The Bulls, who traded Derrick Rose and added Rajon Rondo and Dwyane Wade during a busy offseason, will debut their new-look roster on October 3 against the Milwaukee Bucks at the United Center. They'll also square off against the defending champion Cavaliers on October 14 and will play in Omaha against the Atlanta Hawks on October 20.

Bulls 2016 preseason schedule

Monday, October 3: vs. Milwaukee (7 p.m.)
Thursday, October 6: at Indiana (7 p.m.)
Friday, October 14: vs. Cleveland (7 p.m.)
Saturday, October 15: at Milwaukee (7:30 p.m.)
Monday, October 17: vs. Charlotte (7 p.m.)
Thursday, October 20: vs. Atlanta (7 p.m.)

Cubs: The Aroldis Chapman Show begins at Wrigley Field

Cubs: The Aroldis Chapman Show begins at Wrigley Field

Rage Against the Machine’s “Wake Up” blasted from the Wrigley Field sound system at 9:51 p.m. on Wednesday as Aroldis Chapman trotted toward the mound. Nothing would get lost in translation as the Cubs unleashed their new closer on the White Sox.

Chapman didn’t feel the full rush of adrenaline, because a revived offense scored five runs in the eighth inning, ending the save situation and any real suspense for the crowd of 41,166. The game within the game became looking up at the 3,990-square-foot LED video board in left field for the velocity reading after each pitch and listening to the oohs and aahs.

Chapman made it look easy against the middle of the White Sox lineup, with 13 of his 15 pitches clocked between 100 and 103 mph in the ninth inning of an 8-1 victory. That triple-digit default setting, fluid left-handed delivery and intimidating presence showed why the Cubs made a game-changing trade with the New York Yankees.

The first impressions from Tuesday’s press conference apparently bothered Chapman enough that he initially refused to speak to the reporters waiting around his locker after his debut. There had been questions about his 30-game suspension under Major League Baseball’s domestic violence policy, the off-the-field expectations from chairman Tom Ricketts and where the wires got crossed with coach/translator Henry Blanco.

After taking a shower – and listening to a few associates inside the clubhouse – Chapman agreed to two minutes of questions with catcher Miguel Montero acting as his translator.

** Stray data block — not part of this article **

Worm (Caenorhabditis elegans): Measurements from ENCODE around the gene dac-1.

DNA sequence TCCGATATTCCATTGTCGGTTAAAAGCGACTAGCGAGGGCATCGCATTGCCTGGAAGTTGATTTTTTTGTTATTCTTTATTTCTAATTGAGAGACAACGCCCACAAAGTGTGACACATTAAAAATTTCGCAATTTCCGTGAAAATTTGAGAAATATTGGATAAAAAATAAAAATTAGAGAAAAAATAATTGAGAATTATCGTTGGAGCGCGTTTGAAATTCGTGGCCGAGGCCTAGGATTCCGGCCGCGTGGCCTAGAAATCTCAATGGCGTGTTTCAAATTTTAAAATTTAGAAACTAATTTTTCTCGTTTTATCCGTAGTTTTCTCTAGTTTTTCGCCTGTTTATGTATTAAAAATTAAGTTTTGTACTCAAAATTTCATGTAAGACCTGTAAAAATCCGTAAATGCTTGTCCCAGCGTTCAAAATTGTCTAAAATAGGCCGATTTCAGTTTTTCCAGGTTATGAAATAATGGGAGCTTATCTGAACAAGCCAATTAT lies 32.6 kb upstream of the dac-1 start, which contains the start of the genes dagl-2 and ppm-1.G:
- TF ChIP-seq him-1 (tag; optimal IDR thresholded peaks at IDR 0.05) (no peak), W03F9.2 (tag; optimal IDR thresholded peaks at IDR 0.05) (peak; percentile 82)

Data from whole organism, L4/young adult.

“It happened,” Chapman said when asked about his portrayal in the Chicago media. “Don’t want to go further with it.”

The controversy will begin to fade after Chapman struck out Jose Abreu swinging at a 91-mph slider that almost scraped the dirt, forced Todd Frazier into a routine groundball and struck out pinch-hitter Avisail Garcia looking at a 103-mph fastball.

“It’s just entertaining to watch the gun, beyond everything else,” manager Joe Maddon said. “He’s a different kind of a pitcher. You don’t see that every 100 years or so. He’s just that good. Everybody talks about the fastball. How good is the slider? The slider is devastating.

“He was very calm in the moment. He was able to get through the last couple days to go out there. It was almost good it wasn’t a save situation just to get his feet on the ground.”

Picture the drama and the excitement when Chapman isn’t throwing with a seven-run lead and has to get the final three outs in a playoff game at Wrigley Field.

“I’m not impressed – I thought we were getting a guy that threw 105,” winning pitcher Jason Hammel joked. “I’ve never seen anything like it.

“It’s jaw-dropping. To see that type of velocity and command, it’s almost unfair to have a slider and offspeed pitches after that, too.”

This is what the Cubs envisioned when they decided to weather the media storms and absorb the PR hits, how Maddon could reimagine the entire bullpen and the whole team would sense the game-over feeling when the ball is in Chapman’s left hand.

“That’s a confidence-booster for us and it’s a morale kick for anybody out there,” Hammel said. “For the other side, it’s got to be black clouds: ‘Oh man, we can’t let the bullpen get in there.’”